2. Correcting EPS errors
      6m 13s
    3. Creating 3D text objects
      8m 1s
    4. Building objects with curves
      10m 6s
    5. Exploring Rail Clone methods and uses
      5m 13s
    6. Exploring Rail Extrude methods and uses
      2m 49s
    7. Modeling with Array
      4m 42s
    8. Using Symmetry
      8m 14s
  6. 56m 24s
    1. Understanding the Surface Editor
      10m 56s
    2. Comparing the Surface Editor and the Node Editor
      5m 12s
    3. Creating surfaces for polygons
      5m 11s
    4. Editing surfaces
      4m 39s
    5. Understanding the Texture Editor
      6m 22s
    6. Looking at image map textures
      4m 29s
    7. Using procedural texture options
      7m 40s
    8. Adding bump maps for realism
      4m 39s
    9. Enhancing surfaces with specularity and glossiness maps
      2m 43s
    10. Creating a reflective surface
      4m 33s
  7. 42m 2s
    1. Building 3D scenes
      1m 26s
    2. Importing, loading, and working with objects
      8m 29s
    3. Organizing a 3D scene
      8m 48s
    4. Working with different light types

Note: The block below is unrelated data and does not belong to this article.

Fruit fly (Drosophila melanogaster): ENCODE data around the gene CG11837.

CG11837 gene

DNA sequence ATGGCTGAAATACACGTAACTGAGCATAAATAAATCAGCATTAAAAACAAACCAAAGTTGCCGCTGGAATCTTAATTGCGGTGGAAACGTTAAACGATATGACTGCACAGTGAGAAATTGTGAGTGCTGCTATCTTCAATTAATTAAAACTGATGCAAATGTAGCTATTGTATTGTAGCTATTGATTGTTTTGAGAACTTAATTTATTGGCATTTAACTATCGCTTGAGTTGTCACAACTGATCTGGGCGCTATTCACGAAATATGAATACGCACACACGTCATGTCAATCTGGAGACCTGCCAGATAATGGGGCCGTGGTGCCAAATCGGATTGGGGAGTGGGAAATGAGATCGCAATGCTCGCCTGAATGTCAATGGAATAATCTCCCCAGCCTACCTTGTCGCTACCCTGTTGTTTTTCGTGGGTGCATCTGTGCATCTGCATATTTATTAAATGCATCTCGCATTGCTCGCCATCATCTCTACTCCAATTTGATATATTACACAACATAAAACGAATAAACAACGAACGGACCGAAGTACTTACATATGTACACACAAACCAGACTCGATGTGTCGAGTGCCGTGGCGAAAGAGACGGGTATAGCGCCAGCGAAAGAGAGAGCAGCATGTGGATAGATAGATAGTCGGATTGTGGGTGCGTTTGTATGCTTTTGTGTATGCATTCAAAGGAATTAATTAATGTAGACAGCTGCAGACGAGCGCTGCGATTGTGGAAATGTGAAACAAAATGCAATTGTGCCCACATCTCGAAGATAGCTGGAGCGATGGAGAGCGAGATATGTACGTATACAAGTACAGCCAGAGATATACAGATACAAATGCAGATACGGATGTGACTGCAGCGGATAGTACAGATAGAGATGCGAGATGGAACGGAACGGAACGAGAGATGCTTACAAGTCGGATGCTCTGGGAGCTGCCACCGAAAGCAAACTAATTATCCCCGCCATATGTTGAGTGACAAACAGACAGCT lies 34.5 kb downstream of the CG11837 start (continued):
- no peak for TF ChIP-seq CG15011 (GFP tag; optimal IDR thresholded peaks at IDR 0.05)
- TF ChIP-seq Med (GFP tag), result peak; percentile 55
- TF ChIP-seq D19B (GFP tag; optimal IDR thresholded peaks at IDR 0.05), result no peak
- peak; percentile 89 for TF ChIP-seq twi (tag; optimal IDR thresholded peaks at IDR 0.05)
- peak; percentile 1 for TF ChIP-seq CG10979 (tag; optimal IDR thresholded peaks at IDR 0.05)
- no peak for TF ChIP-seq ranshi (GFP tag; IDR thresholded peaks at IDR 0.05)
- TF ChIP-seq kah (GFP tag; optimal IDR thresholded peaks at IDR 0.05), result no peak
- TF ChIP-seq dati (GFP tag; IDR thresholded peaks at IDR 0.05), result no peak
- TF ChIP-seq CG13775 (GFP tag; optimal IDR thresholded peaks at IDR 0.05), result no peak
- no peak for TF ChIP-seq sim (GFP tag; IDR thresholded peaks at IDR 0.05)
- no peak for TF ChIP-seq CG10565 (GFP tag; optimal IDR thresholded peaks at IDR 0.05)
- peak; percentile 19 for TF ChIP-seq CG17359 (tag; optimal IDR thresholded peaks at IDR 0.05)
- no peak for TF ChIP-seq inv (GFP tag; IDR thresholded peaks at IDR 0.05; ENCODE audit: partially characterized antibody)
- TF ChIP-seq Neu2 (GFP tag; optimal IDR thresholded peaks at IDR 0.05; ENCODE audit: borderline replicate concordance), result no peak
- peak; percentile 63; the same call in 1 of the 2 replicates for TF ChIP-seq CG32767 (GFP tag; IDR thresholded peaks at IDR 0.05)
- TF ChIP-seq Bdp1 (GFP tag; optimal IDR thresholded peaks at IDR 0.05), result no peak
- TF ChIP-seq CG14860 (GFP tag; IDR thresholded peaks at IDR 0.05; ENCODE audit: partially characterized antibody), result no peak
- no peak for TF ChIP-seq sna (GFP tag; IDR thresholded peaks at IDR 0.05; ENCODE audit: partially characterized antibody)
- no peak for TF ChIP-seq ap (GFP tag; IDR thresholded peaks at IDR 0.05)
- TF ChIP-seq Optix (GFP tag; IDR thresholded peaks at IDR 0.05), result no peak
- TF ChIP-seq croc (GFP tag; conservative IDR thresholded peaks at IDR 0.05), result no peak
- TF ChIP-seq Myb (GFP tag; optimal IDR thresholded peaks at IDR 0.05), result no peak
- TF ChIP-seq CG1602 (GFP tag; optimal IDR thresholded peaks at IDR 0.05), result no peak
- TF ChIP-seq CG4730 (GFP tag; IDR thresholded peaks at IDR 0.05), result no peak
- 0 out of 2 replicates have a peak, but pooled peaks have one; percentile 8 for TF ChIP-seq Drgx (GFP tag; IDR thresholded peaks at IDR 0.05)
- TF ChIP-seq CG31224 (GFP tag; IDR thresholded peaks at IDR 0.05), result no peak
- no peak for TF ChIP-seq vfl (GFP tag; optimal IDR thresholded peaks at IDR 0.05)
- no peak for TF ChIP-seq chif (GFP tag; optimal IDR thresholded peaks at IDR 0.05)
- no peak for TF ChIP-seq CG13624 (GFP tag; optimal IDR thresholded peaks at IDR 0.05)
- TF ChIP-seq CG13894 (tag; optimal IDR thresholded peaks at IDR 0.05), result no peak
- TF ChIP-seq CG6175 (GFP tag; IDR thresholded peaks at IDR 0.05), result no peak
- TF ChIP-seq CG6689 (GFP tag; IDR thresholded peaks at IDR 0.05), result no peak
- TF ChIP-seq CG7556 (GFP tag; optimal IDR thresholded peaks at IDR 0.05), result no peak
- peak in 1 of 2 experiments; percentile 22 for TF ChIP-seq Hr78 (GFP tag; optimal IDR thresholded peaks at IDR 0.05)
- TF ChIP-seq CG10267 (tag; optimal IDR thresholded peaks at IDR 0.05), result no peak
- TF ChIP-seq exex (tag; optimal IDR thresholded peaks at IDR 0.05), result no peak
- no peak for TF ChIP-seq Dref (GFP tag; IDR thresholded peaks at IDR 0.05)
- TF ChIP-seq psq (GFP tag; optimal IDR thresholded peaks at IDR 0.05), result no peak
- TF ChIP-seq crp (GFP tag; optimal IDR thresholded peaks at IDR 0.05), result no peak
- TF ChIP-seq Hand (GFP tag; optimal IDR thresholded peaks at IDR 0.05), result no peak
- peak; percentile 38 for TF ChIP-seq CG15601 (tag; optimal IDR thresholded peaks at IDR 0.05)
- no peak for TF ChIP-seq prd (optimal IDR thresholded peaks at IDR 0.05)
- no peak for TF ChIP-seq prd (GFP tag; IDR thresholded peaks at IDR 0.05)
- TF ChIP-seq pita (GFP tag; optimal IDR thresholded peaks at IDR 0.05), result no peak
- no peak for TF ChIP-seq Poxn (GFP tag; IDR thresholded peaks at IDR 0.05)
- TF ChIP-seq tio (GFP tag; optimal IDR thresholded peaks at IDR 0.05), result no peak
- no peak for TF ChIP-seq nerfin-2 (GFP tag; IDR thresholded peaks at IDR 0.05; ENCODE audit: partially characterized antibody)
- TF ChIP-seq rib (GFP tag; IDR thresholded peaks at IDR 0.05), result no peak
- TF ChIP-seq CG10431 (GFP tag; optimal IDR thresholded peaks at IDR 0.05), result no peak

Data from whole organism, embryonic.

9m 25s
    5. Lighting a 3D scene
      6m 39s
    6. Employing environmental lighting
      7m 15s
  8. 22m 27s
    1. Understanding LightWave cameras
      8m 25s
    2. Setting up a camera in a scene
      7m 6s
    3. Placing multiple cameras
      3m 27s
    4. Animating cameras and camera elements
      3m 29s
  9. 38m 23s
    1. Understanding the Timeline
      3m 9s
    2. Adding and controlling keyframes
      6m 9s
    3. Fine-tuning keyframes in the Graph Editor
      8m 44s
    4. Using motion plug-ins to enhance keyframes
      5m 15s
    5. Animating textures
      7m 37s
    6. Enhancing scene animation with displacement maps
      7m 29s
  10. 36m 58s
    1. Introducing particles
      7m 29s
    2. Creating a particle animation
      7m 21s
    3. Working with Hypervoxels
      9m 6s
    4. Going a step beyond with particle animation
      8m 8s
    5. Replacing particles with items
      4m 54s
  11. 21m 58s
    1. Understanding dynamics in LightWave
      1m 27s
    2. Setting up a dynamic scene
      4m 21s
    3. Animating cloth
      2m 39s
    4. Building collisions
      6m 16s
    5. Creating a hard dynamic scene
      7m 15s
  12. 27m 30s